C.C. McCoy recalls Fraser River Indigenous reaction to first steamboat

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Christopher Columbus McCoy (1836-1905) accidentally arrived in British Columbia at the moment the Fraser River gold rush began…

He stayed and prospered, through the usual adversities.

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Here McCoy recalls Native people’s reaction in Chinuk Wawa to the first steamer that came up the Fraser River:

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…I well remember the first steamer that stemmed the waters of the Fraser. She was the Surprise, and made her first trip from Sacramento in May, 1858…it was a comical sight to see the Indians’ surprise at the vessel, which they, delighted, called ‘hiyou Boston man‘s house,’ when they saw their own figures in the looking-glasses in the saloon.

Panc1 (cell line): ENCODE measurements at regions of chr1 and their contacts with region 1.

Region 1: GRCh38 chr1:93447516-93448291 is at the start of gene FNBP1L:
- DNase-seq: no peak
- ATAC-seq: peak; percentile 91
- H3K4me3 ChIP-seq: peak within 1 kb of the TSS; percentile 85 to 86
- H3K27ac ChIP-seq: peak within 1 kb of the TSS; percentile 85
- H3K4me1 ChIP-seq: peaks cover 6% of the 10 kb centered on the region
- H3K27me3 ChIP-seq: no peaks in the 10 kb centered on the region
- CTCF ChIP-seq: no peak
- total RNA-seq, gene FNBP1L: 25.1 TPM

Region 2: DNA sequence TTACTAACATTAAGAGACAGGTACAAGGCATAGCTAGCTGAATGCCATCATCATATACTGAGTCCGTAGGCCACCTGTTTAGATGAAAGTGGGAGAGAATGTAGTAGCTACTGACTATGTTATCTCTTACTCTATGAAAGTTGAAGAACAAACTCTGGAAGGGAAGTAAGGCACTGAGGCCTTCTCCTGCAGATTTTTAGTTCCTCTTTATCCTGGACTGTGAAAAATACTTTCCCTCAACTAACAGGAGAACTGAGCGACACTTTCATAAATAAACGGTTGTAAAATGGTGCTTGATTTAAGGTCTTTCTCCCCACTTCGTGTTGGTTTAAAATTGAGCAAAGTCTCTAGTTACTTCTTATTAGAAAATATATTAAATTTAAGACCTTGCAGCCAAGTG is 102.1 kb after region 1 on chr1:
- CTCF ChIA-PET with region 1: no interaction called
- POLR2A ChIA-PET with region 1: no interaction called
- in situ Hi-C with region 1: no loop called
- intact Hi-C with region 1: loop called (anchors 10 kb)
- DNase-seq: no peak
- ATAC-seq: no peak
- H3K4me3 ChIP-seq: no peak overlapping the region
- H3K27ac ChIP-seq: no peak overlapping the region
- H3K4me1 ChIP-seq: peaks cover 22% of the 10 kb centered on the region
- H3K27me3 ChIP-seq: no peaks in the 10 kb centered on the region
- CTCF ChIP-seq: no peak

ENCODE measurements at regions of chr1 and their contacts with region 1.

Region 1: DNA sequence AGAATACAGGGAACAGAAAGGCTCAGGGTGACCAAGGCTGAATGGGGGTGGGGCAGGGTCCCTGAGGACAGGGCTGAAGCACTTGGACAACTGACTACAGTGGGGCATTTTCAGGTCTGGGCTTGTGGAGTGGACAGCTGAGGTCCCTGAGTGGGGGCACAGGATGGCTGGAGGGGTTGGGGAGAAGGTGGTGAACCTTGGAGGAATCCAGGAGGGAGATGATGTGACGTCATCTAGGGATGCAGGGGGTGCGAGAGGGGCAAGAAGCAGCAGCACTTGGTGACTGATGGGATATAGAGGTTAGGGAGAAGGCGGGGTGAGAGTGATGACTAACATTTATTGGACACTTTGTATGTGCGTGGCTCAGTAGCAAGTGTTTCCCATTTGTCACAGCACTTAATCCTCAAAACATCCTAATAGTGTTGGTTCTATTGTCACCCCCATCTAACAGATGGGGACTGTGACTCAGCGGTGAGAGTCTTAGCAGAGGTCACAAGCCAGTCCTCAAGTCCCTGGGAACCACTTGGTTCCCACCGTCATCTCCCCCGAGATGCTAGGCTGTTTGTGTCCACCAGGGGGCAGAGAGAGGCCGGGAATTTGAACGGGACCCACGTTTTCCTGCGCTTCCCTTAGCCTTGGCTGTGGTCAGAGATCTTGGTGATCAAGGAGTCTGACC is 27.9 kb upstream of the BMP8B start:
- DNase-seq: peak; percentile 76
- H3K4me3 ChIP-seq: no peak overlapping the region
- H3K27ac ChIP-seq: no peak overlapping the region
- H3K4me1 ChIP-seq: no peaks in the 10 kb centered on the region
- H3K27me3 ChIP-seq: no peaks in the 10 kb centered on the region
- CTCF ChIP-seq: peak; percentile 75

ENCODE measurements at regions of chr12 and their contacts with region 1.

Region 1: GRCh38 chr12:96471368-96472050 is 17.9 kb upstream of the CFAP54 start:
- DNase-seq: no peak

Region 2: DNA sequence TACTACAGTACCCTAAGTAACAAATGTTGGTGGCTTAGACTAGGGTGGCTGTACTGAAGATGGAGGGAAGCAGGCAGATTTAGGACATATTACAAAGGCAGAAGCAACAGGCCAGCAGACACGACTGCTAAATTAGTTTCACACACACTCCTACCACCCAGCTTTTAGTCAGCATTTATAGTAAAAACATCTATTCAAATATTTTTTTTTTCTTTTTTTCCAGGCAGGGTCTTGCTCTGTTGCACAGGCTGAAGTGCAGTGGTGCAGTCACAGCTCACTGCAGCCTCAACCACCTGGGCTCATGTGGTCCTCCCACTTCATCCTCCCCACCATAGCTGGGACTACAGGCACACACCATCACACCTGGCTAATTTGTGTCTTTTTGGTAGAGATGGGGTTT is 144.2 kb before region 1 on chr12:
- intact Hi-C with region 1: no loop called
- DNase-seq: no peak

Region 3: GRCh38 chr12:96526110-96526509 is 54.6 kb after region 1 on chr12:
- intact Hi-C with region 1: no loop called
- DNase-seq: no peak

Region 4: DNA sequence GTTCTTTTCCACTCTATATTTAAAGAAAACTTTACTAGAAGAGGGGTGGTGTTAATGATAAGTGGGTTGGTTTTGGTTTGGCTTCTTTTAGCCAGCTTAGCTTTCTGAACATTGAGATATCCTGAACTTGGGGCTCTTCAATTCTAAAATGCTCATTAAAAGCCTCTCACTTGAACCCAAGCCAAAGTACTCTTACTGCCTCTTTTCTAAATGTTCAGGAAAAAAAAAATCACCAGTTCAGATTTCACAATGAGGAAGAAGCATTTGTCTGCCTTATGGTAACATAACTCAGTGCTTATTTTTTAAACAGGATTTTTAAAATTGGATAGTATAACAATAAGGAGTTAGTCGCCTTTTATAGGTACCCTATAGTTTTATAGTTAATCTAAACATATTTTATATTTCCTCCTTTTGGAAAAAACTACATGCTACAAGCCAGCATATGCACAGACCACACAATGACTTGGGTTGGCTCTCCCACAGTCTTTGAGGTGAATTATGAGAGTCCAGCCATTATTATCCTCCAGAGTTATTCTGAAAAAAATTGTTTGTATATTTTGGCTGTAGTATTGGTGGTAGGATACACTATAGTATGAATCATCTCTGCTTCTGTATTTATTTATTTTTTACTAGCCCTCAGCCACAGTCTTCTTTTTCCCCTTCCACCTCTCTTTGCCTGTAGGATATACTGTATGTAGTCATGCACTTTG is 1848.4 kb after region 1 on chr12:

— from the New Westminster (BC) Pacific Canadian of October 7, 1893, page 4, column 4

That four-word phrase as remembered by McCoy is not entirely in Chinook Jargon, since it carries an English-language Possessive suffix. In Grand Ronde (2012) dictionary spelling it’s háyú bástən-mán (łaska) háws ‘many White-people (their) house’.

Which parallels other, earlier Indigenous people’s evaluations of the first sailing ships on the coast as ‘floating houses’. For example, in Nuučaan̓uł (Nuuchahnulth; Nootka) of Vancouver Island, BC, the word for the European newcomers (now effectively for all non-Natives) is mamałn̓i, analyzed as ma ‘dwell’ plus -małn̓i ‘out on the water’. I’m not sure this has anything at all to do with the mirrors in the saloon of the Surprise…!

What do you think?

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